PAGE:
AJL15102 American Literature 2: 1890-1960

Faculty of Arts
Autumn 2024
Extent and Intensity
0/2/0. 6 credit(s). Type of Completion: zk (examination).
Teacher(s)
doc. PhDr. Tomáš Pospíšil, Ph.D. (lecturer)
Guaranteed by
doc. PhDr. Tomáš Pospíšil, Ph.D.
Department of English and American Studies – Faculty of Arts
Contact Person: Tomáš Hanzálek
Supplier department: Department of English and American Studies – Faculty of Arts
Timetable of Seminar Groups
AJL15102/01: Thu 10:00–11:40 G23, except Mon 18. 11. to Sun 24. 11., T. Pospíšil
AJL15102/02: Thu 14:00–15:40 G23, except Mon 18. 11. to Sun 24. 11., T. Pospíšil
Prerequisites (in Czech)
AJL01002 Practical English II && AJL04003 Intro. to Literary Studies II
Course Enrolment Limitations
The course is also offered to the students of the fields other than those the course is directly associated with.
The capacity limit for the course is 50 student(s).
Current registration and enrolment status: enrolled: 0/50, only registered: 68/50, only registered with preference (fields directly associated with the programme): 59/50
fields of study / plans the course is directly associated with
Course objectives
The aim of this course is to provide a survey of the literary history of the United States from 1890 to 1960. Based on a selection of representative literary pieces it is not only designed to familiarize students with the texts but also to encourage discussion, critical commentary and assessment. The necessary situating of the texts in their respective contexts will enable students to deepen their overall understanding of the development of American culture during the period in question. The successful participants will gain a more thorough understanding of the wide variety of literary movements of the first half of the 20th century and will become acquainted with a number of accomplished authors who have come to be regarded as highly respected figures in the canon of American writing.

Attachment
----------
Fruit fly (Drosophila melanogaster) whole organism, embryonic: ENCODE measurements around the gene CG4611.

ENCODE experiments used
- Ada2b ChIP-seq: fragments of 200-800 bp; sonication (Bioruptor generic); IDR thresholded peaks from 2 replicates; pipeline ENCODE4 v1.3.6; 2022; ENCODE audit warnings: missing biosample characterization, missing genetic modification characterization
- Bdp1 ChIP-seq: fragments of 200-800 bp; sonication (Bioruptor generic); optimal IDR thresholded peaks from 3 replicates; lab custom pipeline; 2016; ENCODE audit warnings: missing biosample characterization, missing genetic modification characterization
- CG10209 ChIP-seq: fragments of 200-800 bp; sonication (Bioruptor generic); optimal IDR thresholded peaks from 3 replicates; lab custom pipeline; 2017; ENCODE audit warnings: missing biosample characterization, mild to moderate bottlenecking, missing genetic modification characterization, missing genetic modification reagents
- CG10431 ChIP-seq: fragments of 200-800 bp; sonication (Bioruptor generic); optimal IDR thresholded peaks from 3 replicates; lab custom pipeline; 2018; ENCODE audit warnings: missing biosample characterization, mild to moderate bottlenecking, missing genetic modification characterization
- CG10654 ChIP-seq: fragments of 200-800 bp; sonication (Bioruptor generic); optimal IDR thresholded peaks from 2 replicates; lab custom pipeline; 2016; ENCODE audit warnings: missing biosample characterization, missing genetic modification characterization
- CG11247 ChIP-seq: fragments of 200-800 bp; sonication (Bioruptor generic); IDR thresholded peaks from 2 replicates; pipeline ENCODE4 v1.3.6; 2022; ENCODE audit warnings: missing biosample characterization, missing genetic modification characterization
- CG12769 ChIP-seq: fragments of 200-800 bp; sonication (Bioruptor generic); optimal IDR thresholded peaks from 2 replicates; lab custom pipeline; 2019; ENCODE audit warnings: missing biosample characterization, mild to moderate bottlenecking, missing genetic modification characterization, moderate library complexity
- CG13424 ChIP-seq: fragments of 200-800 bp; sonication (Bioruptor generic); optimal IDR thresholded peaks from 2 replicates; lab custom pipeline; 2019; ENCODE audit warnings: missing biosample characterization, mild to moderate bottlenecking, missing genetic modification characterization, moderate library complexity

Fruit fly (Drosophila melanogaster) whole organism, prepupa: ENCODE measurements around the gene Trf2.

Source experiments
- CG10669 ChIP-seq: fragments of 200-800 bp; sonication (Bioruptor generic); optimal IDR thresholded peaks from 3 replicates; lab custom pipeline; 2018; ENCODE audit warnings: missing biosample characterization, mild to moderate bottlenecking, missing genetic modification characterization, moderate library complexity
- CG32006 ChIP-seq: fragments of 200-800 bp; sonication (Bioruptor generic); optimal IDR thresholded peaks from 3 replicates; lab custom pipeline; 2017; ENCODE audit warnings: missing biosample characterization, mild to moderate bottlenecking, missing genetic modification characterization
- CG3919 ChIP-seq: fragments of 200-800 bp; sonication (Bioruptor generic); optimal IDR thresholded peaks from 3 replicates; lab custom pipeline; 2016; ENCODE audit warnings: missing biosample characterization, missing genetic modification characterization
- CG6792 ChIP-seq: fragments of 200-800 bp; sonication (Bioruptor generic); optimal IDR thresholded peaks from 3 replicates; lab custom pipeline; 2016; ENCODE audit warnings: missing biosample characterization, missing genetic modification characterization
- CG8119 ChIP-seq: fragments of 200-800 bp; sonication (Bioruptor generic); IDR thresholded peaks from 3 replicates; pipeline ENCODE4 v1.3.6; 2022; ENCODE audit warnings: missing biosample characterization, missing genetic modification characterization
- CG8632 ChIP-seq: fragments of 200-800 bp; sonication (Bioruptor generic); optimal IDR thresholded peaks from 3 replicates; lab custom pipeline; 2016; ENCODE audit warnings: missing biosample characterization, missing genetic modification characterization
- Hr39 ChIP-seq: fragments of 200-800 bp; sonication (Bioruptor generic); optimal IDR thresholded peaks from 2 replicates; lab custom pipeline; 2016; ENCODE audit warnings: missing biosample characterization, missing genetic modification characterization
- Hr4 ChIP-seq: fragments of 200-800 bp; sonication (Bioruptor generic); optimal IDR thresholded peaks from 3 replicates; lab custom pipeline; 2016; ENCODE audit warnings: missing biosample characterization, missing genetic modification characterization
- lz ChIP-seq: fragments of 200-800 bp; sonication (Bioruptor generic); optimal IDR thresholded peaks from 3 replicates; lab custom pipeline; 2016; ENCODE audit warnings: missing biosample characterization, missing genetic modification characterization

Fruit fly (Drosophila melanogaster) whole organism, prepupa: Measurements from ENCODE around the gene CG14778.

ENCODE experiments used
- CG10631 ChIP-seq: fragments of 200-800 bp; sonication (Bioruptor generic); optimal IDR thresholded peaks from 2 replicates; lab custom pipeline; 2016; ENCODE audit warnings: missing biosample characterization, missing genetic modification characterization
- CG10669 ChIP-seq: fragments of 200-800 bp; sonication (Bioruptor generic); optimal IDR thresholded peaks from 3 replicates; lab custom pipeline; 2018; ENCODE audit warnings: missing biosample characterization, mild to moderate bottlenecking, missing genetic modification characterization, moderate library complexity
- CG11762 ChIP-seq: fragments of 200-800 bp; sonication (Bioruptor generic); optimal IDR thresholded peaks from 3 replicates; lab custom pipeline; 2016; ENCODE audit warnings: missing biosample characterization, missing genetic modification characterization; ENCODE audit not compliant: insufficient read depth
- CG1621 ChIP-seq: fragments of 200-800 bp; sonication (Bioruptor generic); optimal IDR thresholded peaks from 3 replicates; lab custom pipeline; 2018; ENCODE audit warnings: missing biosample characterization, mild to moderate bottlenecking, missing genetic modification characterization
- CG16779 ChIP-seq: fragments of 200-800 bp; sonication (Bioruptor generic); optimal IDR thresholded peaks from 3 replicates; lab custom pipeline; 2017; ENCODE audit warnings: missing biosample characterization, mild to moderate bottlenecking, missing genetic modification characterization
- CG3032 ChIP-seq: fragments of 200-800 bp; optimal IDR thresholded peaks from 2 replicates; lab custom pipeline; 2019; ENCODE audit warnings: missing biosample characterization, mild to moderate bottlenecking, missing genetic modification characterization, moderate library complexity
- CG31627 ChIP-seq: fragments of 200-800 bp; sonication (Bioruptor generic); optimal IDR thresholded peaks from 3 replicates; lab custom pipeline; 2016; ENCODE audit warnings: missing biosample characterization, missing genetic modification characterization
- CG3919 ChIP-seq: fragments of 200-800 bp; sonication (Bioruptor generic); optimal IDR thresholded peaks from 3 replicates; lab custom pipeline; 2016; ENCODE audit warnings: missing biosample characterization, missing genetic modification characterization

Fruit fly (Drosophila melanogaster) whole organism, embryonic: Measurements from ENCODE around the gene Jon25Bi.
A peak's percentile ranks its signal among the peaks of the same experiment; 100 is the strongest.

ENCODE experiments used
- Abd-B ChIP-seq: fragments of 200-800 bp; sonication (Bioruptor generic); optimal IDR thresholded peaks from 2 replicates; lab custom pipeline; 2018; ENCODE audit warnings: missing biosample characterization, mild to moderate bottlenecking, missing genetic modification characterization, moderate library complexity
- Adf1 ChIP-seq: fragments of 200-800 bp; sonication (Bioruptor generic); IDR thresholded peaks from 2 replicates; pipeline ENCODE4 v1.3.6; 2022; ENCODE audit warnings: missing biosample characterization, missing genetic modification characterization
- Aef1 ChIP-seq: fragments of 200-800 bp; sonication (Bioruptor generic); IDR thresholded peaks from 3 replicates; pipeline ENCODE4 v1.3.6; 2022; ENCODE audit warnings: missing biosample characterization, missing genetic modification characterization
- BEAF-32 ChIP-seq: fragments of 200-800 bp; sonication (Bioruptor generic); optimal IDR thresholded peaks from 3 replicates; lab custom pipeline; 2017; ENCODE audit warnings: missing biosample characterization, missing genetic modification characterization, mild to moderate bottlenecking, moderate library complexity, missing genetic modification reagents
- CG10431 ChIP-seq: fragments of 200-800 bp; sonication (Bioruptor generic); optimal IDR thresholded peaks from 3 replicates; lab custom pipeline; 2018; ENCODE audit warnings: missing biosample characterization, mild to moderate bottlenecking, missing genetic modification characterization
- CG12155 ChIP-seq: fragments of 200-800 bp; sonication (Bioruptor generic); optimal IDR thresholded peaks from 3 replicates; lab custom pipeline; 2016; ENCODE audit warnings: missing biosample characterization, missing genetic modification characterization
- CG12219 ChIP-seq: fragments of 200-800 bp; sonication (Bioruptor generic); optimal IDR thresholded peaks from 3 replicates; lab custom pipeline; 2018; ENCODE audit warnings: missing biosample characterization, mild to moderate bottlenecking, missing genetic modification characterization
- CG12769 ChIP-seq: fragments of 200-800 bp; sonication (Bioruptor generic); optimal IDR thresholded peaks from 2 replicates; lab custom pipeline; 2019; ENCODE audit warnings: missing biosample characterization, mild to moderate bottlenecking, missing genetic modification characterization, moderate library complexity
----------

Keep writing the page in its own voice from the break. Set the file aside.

Learning outcomes
The successful participants: - will gain a thorough understanding of the wide variety of American literary movements during the period in question; - will become acquainted with representative works by a number of accomplished authors who have come to be regarded as highly respected figures in the canon of American writing; - will gain a better understanding of the American cultural situation of the given period; - will further develop their interpretive skills; - will further increase their capacity for literary critical analysis; - will increase their appreciation of certain currently not so popular literary genres {such as poetry).
Syllabus
  • Week 1: Introduction to the Course
  • Week 2: JAMES: “Daisy Miller” “The Real Thing”
  • Week 3: CRANE: “The Open Boat”, selected poems SANDBURG: “Chicago”
  • Week 4: CHOPIN: The Awakening GILMAN: “The Yellow Wallpaper”
  • Week 5: POUND: "In a Station of the Metro" N 1206, AT 1042 "Portrait d'une Femme" N 1204, AT 1038 "The River-Merchant's Wife: A Letter N 1207, AT 1041 H.D.: “The Pool” “Circe”